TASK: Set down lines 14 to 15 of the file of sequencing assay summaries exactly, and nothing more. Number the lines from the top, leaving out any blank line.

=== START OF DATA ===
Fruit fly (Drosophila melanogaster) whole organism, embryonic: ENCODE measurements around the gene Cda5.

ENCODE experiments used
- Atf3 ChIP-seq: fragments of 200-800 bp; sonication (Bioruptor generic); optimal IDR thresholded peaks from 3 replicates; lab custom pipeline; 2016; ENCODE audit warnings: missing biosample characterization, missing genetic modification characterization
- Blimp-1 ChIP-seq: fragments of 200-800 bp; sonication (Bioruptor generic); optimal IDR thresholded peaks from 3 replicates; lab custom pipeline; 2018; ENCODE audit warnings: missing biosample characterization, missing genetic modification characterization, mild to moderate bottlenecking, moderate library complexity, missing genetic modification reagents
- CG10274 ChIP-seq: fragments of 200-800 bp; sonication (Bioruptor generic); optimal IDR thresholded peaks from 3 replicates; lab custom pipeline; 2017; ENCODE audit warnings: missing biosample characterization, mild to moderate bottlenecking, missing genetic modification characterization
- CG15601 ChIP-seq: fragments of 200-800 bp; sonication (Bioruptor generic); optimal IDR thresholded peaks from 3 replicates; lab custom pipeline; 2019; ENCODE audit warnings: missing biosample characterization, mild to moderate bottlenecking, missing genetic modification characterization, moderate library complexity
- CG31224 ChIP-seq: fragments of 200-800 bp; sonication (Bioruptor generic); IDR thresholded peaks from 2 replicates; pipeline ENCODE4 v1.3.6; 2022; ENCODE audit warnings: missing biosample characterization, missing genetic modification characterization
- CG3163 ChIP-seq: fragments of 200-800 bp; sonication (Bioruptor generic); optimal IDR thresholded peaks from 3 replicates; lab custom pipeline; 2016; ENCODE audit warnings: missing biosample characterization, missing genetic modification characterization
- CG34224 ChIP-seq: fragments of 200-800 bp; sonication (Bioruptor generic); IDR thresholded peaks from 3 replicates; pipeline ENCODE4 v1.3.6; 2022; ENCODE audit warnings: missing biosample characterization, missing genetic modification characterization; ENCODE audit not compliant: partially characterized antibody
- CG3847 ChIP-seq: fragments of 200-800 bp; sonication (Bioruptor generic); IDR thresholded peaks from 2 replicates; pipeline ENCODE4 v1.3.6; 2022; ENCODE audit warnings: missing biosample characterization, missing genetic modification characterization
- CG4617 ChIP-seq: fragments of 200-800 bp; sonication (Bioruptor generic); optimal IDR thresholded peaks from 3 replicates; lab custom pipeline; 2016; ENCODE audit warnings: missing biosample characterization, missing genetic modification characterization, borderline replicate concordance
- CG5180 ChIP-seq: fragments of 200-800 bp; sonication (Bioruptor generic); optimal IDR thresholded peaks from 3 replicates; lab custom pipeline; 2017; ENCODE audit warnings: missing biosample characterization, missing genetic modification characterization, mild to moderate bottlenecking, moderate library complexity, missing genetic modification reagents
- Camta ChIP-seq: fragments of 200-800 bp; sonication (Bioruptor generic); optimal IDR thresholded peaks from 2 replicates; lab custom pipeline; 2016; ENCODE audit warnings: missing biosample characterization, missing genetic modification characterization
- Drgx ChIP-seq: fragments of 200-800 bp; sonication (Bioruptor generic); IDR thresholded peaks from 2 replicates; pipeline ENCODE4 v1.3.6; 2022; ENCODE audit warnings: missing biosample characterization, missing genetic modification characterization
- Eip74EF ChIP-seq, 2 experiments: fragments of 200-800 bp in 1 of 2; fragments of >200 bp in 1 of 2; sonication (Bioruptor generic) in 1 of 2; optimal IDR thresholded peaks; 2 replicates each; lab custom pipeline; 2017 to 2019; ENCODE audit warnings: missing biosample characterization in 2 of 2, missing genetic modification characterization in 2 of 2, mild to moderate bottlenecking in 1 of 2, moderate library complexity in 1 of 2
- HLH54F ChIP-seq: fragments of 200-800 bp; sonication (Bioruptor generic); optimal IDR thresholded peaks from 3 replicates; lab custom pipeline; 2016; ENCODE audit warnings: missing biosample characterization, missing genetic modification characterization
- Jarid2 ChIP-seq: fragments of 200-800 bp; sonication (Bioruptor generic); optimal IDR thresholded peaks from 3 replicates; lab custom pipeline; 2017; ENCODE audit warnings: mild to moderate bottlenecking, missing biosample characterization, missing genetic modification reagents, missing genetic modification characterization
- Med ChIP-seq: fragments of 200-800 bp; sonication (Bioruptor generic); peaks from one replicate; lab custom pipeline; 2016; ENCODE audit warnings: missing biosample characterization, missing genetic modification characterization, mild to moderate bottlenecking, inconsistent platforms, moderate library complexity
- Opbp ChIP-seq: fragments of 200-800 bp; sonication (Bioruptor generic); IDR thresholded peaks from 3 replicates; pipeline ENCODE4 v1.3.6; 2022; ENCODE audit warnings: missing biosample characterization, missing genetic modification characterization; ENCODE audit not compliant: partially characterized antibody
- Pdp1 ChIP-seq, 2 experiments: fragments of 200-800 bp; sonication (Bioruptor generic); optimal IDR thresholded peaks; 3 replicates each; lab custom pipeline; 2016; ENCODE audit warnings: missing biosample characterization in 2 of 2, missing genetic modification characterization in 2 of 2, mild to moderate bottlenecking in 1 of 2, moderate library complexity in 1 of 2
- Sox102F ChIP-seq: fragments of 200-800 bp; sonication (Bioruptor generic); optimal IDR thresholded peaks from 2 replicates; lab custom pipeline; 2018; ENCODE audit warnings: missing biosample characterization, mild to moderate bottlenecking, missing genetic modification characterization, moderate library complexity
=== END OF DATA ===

- Drgx ChIP-seq: fragments of 200-800 bp; sonication (Bioruptor generic); IDR thresholded peaks from 2 replicates; pipeline ENCODE4 v1.3.6; 2022; ENCODE audit warnings: missing biosample characterization, missing genetic modification characterization
- Eip74EF ChIP-seq, 2 experiments: fragments of 200-800 bp in 1 of 2; fragments of >200 bp in 1 of 2; sonication (Bioruptor generic) in 1 of 2; optimal IDR thresholded peaks; 2 replicates each; lab custom pipeline; 2017 to 2019; ENCODE audit warnings: missing biosample characterization in 2 of 2, missing genetic modification characterization in 2 of 2, mild to moderate bottlenecking in 1 of 2, moderate library complexity in 1 of 2